GAO was asked to examine the extent to which Medicaid beneficiaries aged 20 and under receive health care services under the EPSDT benefit. Among other things, GAO examined (1) what is known about the provision of EPSDT services based on CMS-required annual state reporting, and (2) CMS oversight of the EPSDT benefit. To do this, GAO analyzed annual state reporting data from fiscal years 2010 through 2017, the most current year data were available; CMS documentation; and federal internal control standards. GAO also interviewed CMS officials and Medicaid officials from 16 states selected, in part, on the variation in number of beneficiaries and geographic diversity.
GAO is making six recommendations to CMS regarding its oversight of the EPSDT benefit, including collecting appropriate blood lead screening data; taking action, if needed, after assessing the appropriateness of performance measures and targets for EPSDT; and evaluating states' performance in meeting CMS's EPSDT targets. CMS agreed with three recommendations, but disagreed with three others regarding performance measures and targets. GAO maintains that these recommendations are valid, as discussed in this report.
Recommendations for Executive Action
|Centers for Medicare and Medicaid Services||The Administrator of CMS should work with states and relevant federal agencies to collect accurate and complete data on blood lead screening for Medicaid beneficiaries in order to ensure that CMS is able to monitor state compliance with its blood lead screening policy, and assist states with planning improvements to address states' compliance as needed. (Recommendation 1)||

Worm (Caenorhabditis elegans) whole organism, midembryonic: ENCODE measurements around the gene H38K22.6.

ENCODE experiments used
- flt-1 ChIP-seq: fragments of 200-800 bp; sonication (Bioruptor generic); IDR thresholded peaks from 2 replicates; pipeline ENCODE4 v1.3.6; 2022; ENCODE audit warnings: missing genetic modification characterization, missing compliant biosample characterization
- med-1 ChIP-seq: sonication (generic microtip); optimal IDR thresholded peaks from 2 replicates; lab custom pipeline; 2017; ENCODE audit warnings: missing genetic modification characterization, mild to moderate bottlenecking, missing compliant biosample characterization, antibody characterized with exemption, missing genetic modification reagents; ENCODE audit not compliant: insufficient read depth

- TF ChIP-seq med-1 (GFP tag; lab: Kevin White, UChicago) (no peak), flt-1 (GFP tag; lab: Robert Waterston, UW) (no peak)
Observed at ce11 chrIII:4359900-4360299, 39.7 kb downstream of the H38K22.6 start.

|Centers for Medicare and Medicaid Services||The Administrator of CMS should regularly assess the appropriateness of performance measures and targets for the EPSDT benefit, and take any necessary actions to ensure their relevance and use, including adding, changing, or removing measures, or targets, and regularly communicating performance measures and targets to states. (Recommendation 2)||
|Centers for Medicare and Medicaid Services||The Administrator of CMS should conduct regular evaluations of state performance by comparing states' performance measurement data with CMS's EPSDT targets to identify gaps in states' performance and areas for improvement. (Recommendation 3)||
|Centers for Medicare and Medicaid Services||The Administrator of CMS should assist states with planning needed improvements, including providing focused assistance, to resolve gaps in states' performance in meeting CMS's EPSDT targets. (Recommendation 4)||
|Centers for Medicare and Medicaid Services||The Administrator of CMS should develop a plan with time frames and interim milestones for using T-MSIS data to generate the necessary data from the CMS-416 to improve EPSDT oversight and streamline state reporting. (Recommendation 5)||
|Centers for Medicare and Medicaid Services||The Administrator of CMS should develop a plan with time frames and interim milestones for using T-MSIS data to generate the necessary data from the Child Core Set to improve EPSDT oversight and streamline state reporting. (Recommendation 6)||